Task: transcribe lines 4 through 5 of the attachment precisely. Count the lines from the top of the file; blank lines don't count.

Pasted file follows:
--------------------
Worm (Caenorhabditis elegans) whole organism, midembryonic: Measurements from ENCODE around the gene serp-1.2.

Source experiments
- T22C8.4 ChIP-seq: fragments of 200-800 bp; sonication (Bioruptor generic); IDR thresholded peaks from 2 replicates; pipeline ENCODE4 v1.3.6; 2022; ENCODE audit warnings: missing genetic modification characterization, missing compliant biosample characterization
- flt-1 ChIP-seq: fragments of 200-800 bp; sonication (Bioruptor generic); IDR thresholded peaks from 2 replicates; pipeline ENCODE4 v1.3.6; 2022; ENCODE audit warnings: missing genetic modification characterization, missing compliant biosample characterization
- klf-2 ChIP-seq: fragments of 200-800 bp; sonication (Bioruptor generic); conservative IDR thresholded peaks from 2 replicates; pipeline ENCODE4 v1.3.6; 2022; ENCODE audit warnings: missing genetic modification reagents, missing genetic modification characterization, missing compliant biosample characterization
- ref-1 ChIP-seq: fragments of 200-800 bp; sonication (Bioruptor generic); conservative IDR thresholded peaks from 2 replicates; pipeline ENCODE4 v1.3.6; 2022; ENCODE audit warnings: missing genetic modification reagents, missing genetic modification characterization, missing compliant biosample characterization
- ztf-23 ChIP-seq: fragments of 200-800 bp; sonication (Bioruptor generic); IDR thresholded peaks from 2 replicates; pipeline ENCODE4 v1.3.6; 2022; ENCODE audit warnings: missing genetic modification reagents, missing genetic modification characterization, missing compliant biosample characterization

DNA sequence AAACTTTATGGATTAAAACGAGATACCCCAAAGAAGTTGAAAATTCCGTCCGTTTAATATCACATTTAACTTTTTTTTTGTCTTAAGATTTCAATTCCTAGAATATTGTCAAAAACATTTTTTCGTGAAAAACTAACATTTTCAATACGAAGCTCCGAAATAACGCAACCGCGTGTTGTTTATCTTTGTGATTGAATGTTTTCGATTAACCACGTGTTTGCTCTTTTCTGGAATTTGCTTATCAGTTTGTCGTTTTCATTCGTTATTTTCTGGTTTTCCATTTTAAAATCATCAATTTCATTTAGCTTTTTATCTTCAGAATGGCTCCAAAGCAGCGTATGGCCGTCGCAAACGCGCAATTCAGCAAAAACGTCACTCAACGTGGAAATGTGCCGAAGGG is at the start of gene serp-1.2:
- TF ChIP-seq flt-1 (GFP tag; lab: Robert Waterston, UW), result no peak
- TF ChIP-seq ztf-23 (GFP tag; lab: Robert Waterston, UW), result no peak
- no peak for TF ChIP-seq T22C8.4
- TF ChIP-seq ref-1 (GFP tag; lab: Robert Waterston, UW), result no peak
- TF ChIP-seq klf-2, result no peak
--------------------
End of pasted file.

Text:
- flt-1 ChIP-seq: fragments of 200-800 bp; sonication (Bioruptor generic); IDR thresholded peaks from 2 replicates; pipeline ENCODE4 v1.3.6; 2022; ENCODE audit warnings: missing genetic modification characterization, missing compliant biosample characterization
- klf-2 ChIP-seq: fragments of 200-800 bp; sonication (Bioruptor generic); conservative IDR thresholded peaks from 2 replicates; pipeline ENCODE4 v1.3.6; 2022; ENCODE audit warnings: missing genetic modification reagents, missing genetic modification characterization, missing compliant biosample characterization